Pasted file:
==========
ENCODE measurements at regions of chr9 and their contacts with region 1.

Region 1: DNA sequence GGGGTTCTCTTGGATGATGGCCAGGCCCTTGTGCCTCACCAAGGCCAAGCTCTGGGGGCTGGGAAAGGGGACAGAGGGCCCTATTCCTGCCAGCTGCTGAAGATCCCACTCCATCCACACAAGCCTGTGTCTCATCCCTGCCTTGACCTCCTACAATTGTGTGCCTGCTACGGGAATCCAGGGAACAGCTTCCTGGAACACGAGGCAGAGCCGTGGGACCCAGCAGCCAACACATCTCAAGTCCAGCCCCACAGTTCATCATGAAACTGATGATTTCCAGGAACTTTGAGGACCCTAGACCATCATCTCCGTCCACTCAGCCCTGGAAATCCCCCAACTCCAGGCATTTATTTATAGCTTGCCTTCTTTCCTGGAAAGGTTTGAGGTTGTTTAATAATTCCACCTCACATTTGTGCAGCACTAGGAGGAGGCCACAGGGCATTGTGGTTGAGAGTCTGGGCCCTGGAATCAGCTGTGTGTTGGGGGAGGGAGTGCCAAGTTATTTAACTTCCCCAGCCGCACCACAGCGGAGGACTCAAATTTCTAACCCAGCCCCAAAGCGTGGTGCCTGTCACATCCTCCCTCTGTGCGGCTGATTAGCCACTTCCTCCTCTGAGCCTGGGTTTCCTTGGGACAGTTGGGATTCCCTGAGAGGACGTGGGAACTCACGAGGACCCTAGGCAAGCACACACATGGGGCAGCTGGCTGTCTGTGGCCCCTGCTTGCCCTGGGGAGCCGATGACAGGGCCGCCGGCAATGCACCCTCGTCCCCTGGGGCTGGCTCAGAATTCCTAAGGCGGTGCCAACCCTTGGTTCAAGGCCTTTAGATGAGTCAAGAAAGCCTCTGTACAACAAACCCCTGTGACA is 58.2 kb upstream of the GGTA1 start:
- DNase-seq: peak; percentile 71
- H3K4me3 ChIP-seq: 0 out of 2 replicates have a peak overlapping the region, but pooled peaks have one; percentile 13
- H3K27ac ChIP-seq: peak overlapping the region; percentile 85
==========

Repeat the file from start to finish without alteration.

ENCODE measurements at regions of chr9 and their contacts with region 1.

Region 1: DNA sequence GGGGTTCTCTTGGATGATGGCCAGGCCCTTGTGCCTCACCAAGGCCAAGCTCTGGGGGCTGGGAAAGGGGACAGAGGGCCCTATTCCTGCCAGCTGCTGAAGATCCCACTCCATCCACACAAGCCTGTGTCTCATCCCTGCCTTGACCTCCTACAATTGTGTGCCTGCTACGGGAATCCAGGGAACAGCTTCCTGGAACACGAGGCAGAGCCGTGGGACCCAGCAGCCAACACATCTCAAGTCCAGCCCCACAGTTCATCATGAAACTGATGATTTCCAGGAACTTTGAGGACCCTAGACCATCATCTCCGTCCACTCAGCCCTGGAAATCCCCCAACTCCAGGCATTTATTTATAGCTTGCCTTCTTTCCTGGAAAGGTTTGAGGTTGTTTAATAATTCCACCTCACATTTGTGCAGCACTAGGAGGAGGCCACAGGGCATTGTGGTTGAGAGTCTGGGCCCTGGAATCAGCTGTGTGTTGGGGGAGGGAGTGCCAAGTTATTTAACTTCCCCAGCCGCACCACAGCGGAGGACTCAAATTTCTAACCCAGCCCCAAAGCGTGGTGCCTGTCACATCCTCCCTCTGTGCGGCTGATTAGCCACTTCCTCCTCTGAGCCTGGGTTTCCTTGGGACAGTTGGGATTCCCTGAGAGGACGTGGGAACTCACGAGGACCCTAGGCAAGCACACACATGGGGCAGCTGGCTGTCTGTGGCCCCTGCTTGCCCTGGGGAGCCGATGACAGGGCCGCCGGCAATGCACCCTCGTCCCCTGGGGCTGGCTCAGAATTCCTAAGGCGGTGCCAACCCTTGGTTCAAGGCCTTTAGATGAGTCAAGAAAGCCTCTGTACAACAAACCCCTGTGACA is 58.2 kb upstream of the GGTA1 start:
- DNase-seq: peak; percentile 71
- H3K4me3 ChIP-seq: 0 out of 2 replicates have a peak overlapping the region, but pooled peaks have one; percentile 13
- H3K27ac ChIP-seq: peak overlapping the region; percentile 85